Next, the web advances to the feeding area. The machine has an elongated feeding area that Wojdan likes because some products-oblong items or sticky gel capsules, for example-don't lend themselves well to automatic feeding and have to be hand-fed. "We can put two operators at the machine hand-feeding," says Wojdan.

For capsules like Alto's, a brush-box feeder is used. It employs a series of rotating brushes to distribute the capsules into the cavities. The machine will also accommodate a channel-type feeder that International Labs uses for tablets. That type of feeder feeds tablets through a series of channels directly into each cavity.

"It lends itself to a wide variety of feeding systems. That was one of the selling points to us," says Wojdan.

After capsules are deposited into cavities, the web passes beneath a PC-based machine vision system that came with the tf/f/s machine. Its camera records all tablets that pass and instantly transforms the images into digital information that's analyzed by the PC. If a tablet is missing or broken, the PC signals the machine's PLC to track and reject the entire cycle of blisters (two, in the case of Alto) after sealing and cutting.

Meanwhile, foil lidding can be supplied preprinted or blank for on-line printing via a Hapa flexo printer, available in the U.S. from Romaco (Morris Plains, NJ). Depending on customer requirements, that printer produces everything from a simple lot and expiration date to an ingredient and directions statement, even company name and logo. Alto's zinc product uses preprinted lidding.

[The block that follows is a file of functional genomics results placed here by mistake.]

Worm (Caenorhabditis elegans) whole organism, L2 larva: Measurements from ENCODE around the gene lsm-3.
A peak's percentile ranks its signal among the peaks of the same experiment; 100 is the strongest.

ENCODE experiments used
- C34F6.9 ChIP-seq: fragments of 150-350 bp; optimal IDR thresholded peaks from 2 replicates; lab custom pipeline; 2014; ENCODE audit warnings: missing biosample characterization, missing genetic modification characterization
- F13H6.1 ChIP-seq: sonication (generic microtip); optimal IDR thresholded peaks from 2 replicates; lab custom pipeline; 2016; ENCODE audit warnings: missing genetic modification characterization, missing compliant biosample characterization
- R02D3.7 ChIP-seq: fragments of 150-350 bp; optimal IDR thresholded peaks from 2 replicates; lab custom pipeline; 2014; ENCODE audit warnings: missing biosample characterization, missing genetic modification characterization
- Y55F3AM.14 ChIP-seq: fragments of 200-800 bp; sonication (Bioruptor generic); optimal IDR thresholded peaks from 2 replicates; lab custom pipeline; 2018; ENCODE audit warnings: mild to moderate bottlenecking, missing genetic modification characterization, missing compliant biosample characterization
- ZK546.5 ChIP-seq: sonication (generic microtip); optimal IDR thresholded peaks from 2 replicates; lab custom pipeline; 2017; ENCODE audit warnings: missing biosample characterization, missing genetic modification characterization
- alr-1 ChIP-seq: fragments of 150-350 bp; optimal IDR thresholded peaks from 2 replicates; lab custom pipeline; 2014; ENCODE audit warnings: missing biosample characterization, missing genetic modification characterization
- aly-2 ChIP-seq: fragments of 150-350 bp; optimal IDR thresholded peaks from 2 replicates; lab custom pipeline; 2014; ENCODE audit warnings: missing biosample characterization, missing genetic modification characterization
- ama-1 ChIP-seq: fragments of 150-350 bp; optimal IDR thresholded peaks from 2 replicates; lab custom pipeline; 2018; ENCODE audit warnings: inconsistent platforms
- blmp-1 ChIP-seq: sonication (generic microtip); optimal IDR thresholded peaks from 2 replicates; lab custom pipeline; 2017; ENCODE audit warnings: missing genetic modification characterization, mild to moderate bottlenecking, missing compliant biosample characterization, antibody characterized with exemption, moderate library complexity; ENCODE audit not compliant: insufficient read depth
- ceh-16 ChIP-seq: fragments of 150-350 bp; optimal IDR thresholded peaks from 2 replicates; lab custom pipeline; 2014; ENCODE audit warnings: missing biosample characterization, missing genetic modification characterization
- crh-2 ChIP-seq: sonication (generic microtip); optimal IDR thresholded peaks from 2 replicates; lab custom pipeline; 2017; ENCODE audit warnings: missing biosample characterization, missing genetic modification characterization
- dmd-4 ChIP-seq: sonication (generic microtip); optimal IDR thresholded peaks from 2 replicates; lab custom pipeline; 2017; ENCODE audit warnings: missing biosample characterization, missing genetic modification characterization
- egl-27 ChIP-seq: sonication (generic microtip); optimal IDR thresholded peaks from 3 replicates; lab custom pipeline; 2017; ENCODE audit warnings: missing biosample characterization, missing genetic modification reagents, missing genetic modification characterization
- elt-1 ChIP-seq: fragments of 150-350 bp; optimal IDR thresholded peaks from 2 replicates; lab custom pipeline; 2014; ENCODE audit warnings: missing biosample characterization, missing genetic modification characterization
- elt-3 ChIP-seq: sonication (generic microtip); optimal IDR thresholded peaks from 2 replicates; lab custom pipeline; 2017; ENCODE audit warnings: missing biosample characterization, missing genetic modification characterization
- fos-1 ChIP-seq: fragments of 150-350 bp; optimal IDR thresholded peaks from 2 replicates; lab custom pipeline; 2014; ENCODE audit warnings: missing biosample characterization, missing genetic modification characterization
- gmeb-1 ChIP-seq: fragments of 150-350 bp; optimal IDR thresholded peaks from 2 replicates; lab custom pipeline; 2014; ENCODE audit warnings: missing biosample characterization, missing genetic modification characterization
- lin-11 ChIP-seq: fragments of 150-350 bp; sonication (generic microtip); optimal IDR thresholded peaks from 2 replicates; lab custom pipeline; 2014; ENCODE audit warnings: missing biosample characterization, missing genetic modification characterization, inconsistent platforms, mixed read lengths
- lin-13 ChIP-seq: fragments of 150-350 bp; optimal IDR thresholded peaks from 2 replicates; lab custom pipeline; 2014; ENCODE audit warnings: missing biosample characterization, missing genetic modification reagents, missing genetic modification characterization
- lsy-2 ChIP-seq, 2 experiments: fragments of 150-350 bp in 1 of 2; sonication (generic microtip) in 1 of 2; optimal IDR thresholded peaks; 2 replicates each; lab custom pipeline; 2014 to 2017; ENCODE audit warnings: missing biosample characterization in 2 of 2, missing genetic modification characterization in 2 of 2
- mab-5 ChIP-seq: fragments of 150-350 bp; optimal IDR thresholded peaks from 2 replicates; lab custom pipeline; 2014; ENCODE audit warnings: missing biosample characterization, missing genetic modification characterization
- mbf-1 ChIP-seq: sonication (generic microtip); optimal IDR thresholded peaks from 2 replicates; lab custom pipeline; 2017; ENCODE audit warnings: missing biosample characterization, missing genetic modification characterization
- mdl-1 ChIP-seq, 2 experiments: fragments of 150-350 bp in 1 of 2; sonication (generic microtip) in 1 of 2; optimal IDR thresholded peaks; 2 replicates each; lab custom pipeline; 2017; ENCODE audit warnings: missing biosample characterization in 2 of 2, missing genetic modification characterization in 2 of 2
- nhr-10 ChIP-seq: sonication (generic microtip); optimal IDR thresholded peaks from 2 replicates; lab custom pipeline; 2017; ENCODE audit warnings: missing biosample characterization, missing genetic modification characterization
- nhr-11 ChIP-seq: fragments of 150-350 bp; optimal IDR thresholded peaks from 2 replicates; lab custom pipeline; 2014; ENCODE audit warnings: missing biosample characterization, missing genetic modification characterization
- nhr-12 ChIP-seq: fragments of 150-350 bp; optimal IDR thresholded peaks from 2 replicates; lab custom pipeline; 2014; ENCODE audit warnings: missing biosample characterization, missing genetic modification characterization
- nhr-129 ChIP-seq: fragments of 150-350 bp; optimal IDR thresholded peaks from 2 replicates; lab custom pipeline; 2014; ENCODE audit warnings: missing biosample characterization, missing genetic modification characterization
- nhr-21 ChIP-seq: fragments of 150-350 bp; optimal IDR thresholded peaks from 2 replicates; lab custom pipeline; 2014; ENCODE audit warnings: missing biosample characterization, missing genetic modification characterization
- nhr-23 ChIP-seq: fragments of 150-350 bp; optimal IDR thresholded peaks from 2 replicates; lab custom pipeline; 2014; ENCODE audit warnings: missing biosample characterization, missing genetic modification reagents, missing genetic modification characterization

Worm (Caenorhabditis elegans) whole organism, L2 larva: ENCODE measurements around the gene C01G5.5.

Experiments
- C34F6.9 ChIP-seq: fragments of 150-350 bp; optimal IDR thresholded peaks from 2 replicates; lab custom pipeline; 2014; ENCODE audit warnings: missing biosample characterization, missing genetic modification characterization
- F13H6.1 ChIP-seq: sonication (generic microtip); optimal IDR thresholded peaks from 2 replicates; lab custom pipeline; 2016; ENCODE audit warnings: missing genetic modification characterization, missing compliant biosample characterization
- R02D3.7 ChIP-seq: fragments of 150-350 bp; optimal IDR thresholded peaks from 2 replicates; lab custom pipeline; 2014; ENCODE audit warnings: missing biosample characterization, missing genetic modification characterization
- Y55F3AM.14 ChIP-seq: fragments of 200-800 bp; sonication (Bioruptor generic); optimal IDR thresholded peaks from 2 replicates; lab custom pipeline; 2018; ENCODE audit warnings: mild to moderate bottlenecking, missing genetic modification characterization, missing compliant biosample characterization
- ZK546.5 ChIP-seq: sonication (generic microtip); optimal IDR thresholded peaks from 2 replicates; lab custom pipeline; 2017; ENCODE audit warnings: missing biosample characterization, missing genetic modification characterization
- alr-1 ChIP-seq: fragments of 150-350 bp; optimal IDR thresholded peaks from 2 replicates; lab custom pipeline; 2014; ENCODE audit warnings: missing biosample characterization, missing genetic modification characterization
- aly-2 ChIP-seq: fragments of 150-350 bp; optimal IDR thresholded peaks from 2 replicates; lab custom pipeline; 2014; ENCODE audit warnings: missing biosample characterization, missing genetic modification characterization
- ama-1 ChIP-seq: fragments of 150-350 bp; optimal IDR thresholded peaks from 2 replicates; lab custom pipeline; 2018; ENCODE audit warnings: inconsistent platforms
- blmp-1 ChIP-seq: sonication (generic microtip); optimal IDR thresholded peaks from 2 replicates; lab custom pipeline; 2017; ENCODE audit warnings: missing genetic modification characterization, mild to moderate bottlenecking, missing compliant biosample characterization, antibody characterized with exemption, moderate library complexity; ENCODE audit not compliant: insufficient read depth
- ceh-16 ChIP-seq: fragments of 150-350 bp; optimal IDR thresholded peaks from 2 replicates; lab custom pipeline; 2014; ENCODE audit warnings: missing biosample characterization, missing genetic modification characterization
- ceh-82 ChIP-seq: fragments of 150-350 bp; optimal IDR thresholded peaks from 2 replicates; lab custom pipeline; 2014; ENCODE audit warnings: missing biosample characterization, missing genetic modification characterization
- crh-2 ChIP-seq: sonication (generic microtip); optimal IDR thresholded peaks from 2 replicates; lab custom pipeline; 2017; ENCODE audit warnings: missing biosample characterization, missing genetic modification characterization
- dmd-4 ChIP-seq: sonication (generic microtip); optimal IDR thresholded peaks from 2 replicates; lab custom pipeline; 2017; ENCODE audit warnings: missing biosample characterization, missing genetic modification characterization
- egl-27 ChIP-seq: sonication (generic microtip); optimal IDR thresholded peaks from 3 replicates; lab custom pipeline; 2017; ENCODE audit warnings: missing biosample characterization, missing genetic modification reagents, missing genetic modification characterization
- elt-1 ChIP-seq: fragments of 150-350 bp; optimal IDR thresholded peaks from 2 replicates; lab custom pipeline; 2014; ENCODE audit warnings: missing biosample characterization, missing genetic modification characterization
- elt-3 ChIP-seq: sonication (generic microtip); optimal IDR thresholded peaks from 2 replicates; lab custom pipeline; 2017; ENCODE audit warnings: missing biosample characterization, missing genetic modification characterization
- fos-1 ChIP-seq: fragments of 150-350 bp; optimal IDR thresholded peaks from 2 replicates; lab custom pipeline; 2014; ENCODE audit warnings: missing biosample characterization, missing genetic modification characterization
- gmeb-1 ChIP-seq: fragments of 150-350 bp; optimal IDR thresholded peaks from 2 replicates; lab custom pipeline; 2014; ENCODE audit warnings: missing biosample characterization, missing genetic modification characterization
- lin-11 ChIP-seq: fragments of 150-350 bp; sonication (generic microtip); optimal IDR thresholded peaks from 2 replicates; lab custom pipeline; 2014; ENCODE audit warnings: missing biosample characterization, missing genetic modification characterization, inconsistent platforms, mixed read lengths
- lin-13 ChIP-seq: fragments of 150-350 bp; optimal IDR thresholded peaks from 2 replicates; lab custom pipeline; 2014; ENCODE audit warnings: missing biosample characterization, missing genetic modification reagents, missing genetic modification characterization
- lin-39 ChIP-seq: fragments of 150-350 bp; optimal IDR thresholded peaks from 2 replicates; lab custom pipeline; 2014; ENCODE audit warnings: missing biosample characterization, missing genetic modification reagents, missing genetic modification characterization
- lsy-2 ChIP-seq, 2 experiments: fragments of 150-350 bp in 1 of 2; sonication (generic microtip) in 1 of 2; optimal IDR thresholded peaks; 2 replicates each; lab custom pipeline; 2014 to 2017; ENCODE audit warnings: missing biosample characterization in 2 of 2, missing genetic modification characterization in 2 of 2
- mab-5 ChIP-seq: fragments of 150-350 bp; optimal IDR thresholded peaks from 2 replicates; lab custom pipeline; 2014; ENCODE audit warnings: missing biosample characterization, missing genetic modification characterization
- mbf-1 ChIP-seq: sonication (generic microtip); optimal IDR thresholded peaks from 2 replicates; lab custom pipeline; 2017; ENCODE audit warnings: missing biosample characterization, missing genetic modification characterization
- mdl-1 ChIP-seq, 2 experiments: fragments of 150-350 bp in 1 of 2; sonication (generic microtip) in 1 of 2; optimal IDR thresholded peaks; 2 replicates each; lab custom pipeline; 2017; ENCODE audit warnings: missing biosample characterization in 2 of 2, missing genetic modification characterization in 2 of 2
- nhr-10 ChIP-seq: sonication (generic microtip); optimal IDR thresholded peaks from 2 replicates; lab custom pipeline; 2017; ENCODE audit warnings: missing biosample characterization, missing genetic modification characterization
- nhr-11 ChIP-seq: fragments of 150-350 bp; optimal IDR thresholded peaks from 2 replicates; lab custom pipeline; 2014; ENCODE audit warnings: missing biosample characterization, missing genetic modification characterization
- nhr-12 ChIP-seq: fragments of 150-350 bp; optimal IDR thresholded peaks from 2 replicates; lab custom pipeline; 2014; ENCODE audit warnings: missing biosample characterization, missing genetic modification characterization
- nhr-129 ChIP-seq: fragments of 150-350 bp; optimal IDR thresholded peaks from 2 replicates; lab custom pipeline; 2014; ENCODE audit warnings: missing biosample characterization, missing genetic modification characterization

The foil lidding is then sealed to the PVC web through heat and pressure. A photoeye ensures that the printed foil is aligned in register to the formed cavities of the PVC web. After heat-sealing, the web passes through a cooling station that uses a refrigerated plate to cool the top web material to minimize the potential for distortion or delamination. Off-line seal integrity checks are performed periodically.

Next, the web enters the perforation station, followed by trimming, where the individual cards are punched out of the web. Scrap material is rewound onto a take-up reel.

Individual blister cards emerge from the machine onto a rotary pack-off table. Operators manually pack the blister cards onto in-process trays for delivery to the cartoning area. For the Alto product, 10 blister cards are packed into a carton.

Since International Labs has been using MAC machines for more than 10 years, the company has developed a considerable amount of in-house expertise on maintaining the machine, so obtaining outside service hasn't been much of an issue. Even so, now that Modular Packaging sells and services the equipment (since June 1998), Wojdan says service is even better. "With Modular Packaging getting involved, the advantage is that some of the more exotic service that might be needed is now available in the U.S."

International Labs is pleased with the overall combination of performance and cost. Uptime on the new machine is greater than 95%, according to Wojdan.

"There are several machines out there that address our needs. But MAC was the most cost-effective machine that changes over rapidly, cleans up easily, meets our validation requirements, and produces a high-quality unit-dose package."